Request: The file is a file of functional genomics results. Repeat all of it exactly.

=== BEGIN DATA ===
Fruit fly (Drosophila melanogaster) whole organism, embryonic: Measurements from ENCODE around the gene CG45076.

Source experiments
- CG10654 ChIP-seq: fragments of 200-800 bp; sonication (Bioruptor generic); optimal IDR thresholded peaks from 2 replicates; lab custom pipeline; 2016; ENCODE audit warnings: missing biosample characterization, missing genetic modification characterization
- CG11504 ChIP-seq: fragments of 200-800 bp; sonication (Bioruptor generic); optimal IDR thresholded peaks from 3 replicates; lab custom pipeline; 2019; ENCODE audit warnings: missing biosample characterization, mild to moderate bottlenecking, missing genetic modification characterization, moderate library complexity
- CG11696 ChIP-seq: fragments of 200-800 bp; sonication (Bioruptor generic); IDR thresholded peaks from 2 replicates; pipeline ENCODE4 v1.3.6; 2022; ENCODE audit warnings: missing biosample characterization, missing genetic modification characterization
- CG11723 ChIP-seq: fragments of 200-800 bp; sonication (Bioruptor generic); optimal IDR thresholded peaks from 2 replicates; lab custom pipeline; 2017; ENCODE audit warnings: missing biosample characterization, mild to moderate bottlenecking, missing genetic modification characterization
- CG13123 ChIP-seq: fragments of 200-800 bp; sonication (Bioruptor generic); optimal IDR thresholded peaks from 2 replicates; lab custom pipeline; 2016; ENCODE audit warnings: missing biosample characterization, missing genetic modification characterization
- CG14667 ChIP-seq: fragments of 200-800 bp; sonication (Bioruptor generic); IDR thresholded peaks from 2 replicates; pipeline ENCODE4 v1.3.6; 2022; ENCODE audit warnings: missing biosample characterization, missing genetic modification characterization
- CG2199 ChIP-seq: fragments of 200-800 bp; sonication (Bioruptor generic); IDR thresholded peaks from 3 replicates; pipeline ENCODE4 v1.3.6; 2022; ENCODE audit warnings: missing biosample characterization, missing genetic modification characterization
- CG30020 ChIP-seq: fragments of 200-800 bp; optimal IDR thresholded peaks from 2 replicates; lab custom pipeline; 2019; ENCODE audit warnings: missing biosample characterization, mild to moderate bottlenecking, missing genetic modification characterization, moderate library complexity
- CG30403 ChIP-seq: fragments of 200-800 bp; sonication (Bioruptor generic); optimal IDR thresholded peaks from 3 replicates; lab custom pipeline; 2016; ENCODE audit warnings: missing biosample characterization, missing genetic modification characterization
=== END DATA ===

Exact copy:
Fruit fly (Drosophila melanogaster) whole organism, embryonic: Measurements from ENCODE around the gene CG45076.

Source experiments
- CG10654 ChIP-seq: fragments of 200-800 bp; sonication (Bioruptor generic); optimal IDR thresholded peaks from 2 replicates; lab custom pipeline; 2016; ENCODE audit warnings: missing biosample characterization, missing genetic modification characterization
- CG11504 ChIP-seq: fragments of 200-800 bp; sonication (Bioruptor generic); optimal IDR thresholded peaks from 3 replicates; lab custom pipeline; 2019; ENCODE audit warnings: missing biosample characterization, mild to moderate bottlenecking, missing genetic modification characterization, moderate library complexity
- CG11696 ChIP-seq: fragments of 200-800 bp; sonication (Bioruptor generic); IDR thresholded peaks from 2 replicates; pipeline ENCODE4 v1.3.6; 2022; ENCODE audit warnings: missing biosample characterization, missing genetic modification characterization
- CG11723 ChIP-seq: fragments of 200-800 bp; sonication (Bioruptor generic); optimal IDR thresholded peaks from 2 replicates; lab custom pipeline; 2017; ENCODE audit warnings: missing biosample characterization, mild to moderate bottlenecking, missing genetic modification characterization
- CG13123 ChIP-seq: fragments of 200-800 bp; sonication (Bioruptor generic); optimal IDR thresholded peaks from 2 replicates; lab custom pipeline; 2016; ENCODE audit warnings: missing biosample characterization, missing genetic modification characterization
- CG14667 ChIP-seq: fragments of 200-800 bp; sonication (Bioruptor generic); IDR thresholded peaks from 2 replicates; pipeline ENCODE4 v1.3.6; 2022; ENCODE audit warnings: missing biosample characterization, missing genetic modification characterization
- CG2199 ChIP-seq: fragments of 200-800 bp; sonication (Bioruptor generic); IDR thresholded peaks from 3 replicates; pipeline ENCODE4 v1.3.6; 2022; ENCODE audit warnings: missing biosample characterization, missing genetic modification characterization
- CG30020 ChIP-seq: fragments of 200-800 bp; optimal IDR thresholded peaks from 2 replicates; lab custom pipeline; 2019; ENCODE audit warnings: missing biosample characterization, mild to moderate bottlenecking, missing genetic modification characterization, moderate library complexity
- CG30403 ChIP-seq: fragments of 200-800 bp; sonication (Bioruptor generic); optimal IDR thresholded peaks from 3 replicates; lab custom pipeline; 2016; ENCODE audit warnings: missing biosample characterization, missing genetic modification characterization